EU regulator defends water ‘hydration’ claim knock back
The European Food Standards Authority (EFSA) has responded to criticism over its ruling that bottled water manufacturers are banned from claiming that water can prevent dehydration.
The EFSA is responsible for scientific assessment of food and composition and food marketing claims in Europe.
On 16 November 2011 the European Commission published a list of health claims made on foods that refer to the reduction of disease risk (EU No 1170/2011) that had been rejected in previous months by the EFSA.
The list included the following claim: “Regular consumption of significant amounts of water can reduce the risk of development of dehydration and of concomitant decrease of performance”.
In response to widespread media coverage lambasting the EFSA for banning the claim, the EFSA has published a statement explaining its ruling on its website.
The EFSA statement said, “At the time, the claim had to be rejected by EFSA because it was filed under the wrong legal provision (Article 14 of Regulation 1924/2006/EC, instead of Article 13). In short, Article 14 deals with diseases and illnesses whereas dehydration was not regarded by EFSA as a disease.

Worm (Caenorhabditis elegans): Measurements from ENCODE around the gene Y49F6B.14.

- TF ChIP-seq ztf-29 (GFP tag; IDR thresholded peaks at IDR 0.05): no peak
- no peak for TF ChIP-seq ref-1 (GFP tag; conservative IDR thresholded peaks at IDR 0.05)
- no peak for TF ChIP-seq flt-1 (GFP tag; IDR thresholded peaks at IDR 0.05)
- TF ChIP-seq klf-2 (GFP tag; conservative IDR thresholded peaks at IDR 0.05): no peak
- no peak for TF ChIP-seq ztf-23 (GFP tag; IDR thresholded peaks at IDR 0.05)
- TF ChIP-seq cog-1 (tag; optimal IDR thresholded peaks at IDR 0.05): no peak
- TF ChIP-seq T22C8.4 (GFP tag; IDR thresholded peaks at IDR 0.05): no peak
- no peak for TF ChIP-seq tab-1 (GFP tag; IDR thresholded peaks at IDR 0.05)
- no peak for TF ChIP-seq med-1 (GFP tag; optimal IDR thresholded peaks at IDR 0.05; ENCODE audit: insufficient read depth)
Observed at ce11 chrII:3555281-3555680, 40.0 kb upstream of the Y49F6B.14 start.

“The press has misinterpreted the publication by concluding that EFSA was challenging the role of water in the context of hydration. In fact nothing could be further from the truth!”
The British Soft Drinks Association (BSFA) backed up the EFSA’s position in a statement it released this week. The BSFA statement said, “The EFSA rejected some wordings on technicalities, but it has previously supported claims that drinking water is good for normal physical and cognitive functions and normal thermoregulation. The stories in some of the newspapers did not quite capture the whole picture.”
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